This deference may have been related to personal fear of her as a murderous sociopath, but it does have the larger effect of meaning that her kingdom was free of external threat. That certainly doesn’t mean you don’t have to worry about dying violently, but Regina’s violence appears to be relatively predictable. Yes, she will rip out the heart of a bridegroom on his wedding day for violating royal lands, and yes she’ll massacre a village or rip the heart out of every villager in the north woods, but those are actions directly relating to her fight with Snow White. Don’t aide Snow White and don’t violate the clearly posted law, and you likely would not have a problem with the Queen. No matter how murderous she was in general. Believe it or not, lots of monarchs that history has judged as good rulers have a great deal of blood on their hands. Frederick the Great of Prussia and Catherine the Great of Russia were both very dangerous to their political opposition, and Elizabeth I of England, celebrated selfless ruler ran one of the first modern police states.
Which of course brings us to the topic of Snow White.
The Charmings and their allies will tell you the peasantry loved her, but it’s fairly clear that she went through much of the bandit years without much help. She might have been robbing royal carriages but she was also breaking into people’s houses and even her presence in an area could attract the attention of the Queen’s forces. It is highly unlikely that the peasants really cared about a royal dispute. Historically they rarely do. And neither David, nor Kathryn or Midas seemed to question Regina’s right to hunt Snow, nor the charges against her. David aside, that suggests the power dynamics had shifted. The only people that attached to Snow’s cause were her immediate allies. The fact that she and David needed magical assistance to defeat King George and then used David’s false claim to his thrown to gain control of his forces to challenge Regina suggests this was not seen as a great crusade outside of the circle of a deposed princess, some rogue dwarfs, and fairies with dubious motives… All one needs to know to show that is how little peasant support there appeared to be to challenge Regina in 3.02 Lost Girl.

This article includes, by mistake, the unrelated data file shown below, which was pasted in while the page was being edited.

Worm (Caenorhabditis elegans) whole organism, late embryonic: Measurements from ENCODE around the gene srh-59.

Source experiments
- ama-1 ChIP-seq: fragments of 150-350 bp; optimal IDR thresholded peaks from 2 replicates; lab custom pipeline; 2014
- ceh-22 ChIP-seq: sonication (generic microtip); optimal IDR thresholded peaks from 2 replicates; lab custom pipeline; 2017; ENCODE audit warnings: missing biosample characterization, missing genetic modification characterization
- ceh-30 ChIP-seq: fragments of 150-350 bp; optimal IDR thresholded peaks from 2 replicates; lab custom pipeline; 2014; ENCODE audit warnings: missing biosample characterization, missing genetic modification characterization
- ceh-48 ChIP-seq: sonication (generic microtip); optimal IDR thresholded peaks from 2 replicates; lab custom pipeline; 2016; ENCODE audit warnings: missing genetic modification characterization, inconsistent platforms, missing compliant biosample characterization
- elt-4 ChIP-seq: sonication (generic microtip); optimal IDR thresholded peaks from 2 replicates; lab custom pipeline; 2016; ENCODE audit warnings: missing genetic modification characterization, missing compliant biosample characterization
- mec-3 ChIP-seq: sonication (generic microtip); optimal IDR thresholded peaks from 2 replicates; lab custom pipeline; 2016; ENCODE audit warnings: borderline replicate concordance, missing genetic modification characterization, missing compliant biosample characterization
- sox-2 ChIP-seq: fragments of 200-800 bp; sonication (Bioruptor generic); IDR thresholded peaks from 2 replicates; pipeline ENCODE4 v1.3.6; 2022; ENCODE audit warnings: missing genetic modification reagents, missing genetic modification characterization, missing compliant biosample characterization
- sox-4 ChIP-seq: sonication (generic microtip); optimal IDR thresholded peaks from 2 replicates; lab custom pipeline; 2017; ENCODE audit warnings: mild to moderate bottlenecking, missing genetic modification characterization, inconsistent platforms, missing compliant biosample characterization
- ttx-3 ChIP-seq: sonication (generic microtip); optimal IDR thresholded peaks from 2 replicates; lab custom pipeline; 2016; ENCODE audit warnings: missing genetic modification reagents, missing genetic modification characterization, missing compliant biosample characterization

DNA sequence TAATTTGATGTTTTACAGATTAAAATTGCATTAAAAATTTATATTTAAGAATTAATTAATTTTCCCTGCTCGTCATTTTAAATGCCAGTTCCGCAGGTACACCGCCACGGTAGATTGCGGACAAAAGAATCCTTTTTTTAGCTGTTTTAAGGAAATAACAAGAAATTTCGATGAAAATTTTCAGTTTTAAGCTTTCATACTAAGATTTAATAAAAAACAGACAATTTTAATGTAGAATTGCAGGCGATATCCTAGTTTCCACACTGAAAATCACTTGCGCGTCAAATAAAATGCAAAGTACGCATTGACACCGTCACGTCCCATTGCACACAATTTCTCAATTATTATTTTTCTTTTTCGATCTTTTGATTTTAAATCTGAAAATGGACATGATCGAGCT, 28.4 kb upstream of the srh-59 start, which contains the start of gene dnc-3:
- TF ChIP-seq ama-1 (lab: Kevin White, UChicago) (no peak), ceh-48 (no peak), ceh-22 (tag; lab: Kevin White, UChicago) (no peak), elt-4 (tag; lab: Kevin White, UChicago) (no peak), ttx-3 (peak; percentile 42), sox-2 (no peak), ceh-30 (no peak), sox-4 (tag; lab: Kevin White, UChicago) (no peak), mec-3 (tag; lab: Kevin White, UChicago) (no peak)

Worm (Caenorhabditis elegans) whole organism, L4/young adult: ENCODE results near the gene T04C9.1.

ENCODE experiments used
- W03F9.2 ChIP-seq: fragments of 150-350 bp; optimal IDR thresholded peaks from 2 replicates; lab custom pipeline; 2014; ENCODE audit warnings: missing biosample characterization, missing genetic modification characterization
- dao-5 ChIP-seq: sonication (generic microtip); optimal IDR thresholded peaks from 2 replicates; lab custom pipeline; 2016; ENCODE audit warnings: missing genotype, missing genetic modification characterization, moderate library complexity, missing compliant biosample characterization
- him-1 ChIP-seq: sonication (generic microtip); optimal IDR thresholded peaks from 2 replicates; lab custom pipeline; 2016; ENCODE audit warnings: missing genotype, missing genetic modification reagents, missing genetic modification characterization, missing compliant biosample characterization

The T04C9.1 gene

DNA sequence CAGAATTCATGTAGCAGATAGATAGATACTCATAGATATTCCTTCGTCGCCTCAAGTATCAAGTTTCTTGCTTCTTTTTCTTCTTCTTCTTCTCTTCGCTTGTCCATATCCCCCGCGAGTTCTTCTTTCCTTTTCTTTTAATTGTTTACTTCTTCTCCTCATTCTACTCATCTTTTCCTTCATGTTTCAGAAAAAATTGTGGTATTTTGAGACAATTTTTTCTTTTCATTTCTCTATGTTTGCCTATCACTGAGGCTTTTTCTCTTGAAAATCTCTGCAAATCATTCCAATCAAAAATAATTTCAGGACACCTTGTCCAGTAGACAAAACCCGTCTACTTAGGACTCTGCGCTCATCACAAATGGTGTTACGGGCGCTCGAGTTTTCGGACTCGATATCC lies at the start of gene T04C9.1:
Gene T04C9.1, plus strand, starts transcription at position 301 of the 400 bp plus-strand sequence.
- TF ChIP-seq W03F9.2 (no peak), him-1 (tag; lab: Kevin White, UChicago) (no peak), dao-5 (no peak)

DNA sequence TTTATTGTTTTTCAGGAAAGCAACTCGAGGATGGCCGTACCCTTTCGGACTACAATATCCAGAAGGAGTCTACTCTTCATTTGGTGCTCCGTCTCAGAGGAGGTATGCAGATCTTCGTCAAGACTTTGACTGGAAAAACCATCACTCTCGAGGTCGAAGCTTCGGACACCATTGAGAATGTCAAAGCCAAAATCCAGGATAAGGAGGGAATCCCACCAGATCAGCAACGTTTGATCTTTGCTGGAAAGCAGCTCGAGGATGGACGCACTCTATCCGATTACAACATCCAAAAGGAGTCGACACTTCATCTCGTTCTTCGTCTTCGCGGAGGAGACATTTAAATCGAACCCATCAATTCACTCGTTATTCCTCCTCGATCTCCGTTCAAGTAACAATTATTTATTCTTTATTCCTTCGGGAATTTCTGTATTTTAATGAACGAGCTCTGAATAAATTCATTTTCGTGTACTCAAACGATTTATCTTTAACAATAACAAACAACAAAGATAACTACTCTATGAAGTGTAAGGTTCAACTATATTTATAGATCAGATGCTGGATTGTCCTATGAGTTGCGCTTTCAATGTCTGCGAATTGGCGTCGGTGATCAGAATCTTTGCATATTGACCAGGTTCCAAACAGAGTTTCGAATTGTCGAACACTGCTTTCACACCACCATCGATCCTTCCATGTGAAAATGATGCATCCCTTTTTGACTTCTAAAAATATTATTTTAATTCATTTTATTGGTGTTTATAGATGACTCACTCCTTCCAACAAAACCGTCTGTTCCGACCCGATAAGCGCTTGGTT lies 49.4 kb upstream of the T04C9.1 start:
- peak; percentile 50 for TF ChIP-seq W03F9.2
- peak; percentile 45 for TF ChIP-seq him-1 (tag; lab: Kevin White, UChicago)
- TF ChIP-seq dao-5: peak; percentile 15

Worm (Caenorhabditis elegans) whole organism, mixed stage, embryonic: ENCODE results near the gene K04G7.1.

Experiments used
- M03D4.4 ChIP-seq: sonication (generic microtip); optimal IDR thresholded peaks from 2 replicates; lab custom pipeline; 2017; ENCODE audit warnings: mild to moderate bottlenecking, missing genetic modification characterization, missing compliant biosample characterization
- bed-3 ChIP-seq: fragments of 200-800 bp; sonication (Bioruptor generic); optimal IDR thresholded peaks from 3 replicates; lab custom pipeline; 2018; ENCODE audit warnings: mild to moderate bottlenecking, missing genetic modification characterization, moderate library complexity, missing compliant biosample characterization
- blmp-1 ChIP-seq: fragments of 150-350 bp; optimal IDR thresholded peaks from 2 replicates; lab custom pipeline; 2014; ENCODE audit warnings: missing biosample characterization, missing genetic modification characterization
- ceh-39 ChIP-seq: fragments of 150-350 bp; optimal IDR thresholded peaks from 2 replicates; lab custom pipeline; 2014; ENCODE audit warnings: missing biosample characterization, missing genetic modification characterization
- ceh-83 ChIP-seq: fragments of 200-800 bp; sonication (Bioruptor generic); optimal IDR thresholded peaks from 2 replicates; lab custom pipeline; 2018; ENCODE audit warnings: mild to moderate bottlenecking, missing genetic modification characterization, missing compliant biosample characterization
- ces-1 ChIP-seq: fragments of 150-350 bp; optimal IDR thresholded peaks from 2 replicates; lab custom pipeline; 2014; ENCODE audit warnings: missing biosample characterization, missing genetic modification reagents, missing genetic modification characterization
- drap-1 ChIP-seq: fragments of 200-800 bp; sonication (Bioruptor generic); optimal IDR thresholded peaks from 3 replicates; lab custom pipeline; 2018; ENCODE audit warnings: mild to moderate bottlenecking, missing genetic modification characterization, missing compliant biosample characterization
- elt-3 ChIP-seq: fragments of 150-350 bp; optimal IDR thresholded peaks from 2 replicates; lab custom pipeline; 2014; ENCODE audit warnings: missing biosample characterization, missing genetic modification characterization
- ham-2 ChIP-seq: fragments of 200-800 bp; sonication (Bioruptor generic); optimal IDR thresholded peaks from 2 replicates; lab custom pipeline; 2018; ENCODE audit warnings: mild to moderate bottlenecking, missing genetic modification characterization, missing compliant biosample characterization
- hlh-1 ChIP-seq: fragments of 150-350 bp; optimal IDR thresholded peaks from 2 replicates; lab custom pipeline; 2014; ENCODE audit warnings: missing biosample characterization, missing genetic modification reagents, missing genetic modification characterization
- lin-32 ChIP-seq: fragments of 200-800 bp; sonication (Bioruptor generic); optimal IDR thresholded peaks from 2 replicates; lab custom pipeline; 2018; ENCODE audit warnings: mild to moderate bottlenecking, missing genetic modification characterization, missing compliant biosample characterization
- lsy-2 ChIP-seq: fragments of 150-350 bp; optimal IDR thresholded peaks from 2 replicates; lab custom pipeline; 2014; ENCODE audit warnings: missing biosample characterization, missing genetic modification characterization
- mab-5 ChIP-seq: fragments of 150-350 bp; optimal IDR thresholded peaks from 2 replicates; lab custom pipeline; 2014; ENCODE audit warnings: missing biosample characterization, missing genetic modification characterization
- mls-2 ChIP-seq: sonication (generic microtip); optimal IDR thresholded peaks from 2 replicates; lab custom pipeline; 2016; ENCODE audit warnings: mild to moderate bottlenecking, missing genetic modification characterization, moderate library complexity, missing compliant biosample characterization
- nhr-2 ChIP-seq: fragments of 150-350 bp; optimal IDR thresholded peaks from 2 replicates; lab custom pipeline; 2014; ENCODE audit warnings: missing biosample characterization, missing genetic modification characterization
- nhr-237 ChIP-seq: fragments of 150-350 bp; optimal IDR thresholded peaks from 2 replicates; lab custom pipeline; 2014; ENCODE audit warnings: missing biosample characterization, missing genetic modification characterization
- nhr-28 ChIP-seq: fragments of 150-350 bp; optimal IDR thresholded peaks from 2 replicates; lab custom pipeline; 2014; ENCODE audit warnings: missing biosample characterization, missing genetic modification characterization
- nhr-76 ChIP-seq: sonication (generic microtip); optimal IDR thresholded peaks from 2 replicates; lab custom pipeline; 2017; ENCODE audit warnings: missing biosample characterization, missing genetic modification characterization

Now the political theater of Lost Girl is itself interesting. Regina’s encounters with Snow are designed to show herself as reasonable, and Snow as only interested in power. She can have peace and a life away from power with her friends, something the peasant crowd would probably consider a good deal, or she can push for the throne and get other people killed. The fact that David is publicly pushing for the latter at the same time he’s fighting in the name of Prince James a cruel playboy certainly would not have played into Snow’s case. We are told that second encounter, where Snow nicks Regina’s cheek with a sword is politically damaging to Regina (especially in front of her knights) because she was seen as invincible. But I would argue that it was probably a zero sum game for both of them. Because word of the encounter would have spread and not everyone would have been so impressed with the Prince and Princess bringing a war down on the kingdom.
Wars are good for royals and bad for peasants. It really doesn’t matter if Regina intended to keep her promise (I’m sure she didn’t), the act of declining the offer damages Snow’s image as the good disinterested royal outside of her inner circle. And let me point out for the moment, that Snow and Charming’s idea of a court of advisers when they are ruling a kingdom are 7 miners, a cricket, a carpenter, an old widow and a werewolf. I really can’t see the merchant or noble classes being that thrilled.
So how could a villain be a better leader than a pair of heroes? Well, the answer to that question is that being a good leader and being a good person are not the same thing. Leadership is not simply a natural talent, no matter what people might have told you, it’s learned. The military spends a lot of time teaching leadership and Regina displays a lot of those traits no doubt taught to her in lessons ordered by her mother. No one can tell me that Cora Mills did not spend her entire life maneuvering her daughter so she cold be a queen without preparing her with the best education possible in how to rule. Knowing names, being mindful of image, of the conditions of soldiers lives, being willing to risk your own personal safety, and placing the value of the whole over the value of the individual are just some of those commonly taught traits that Regina displays.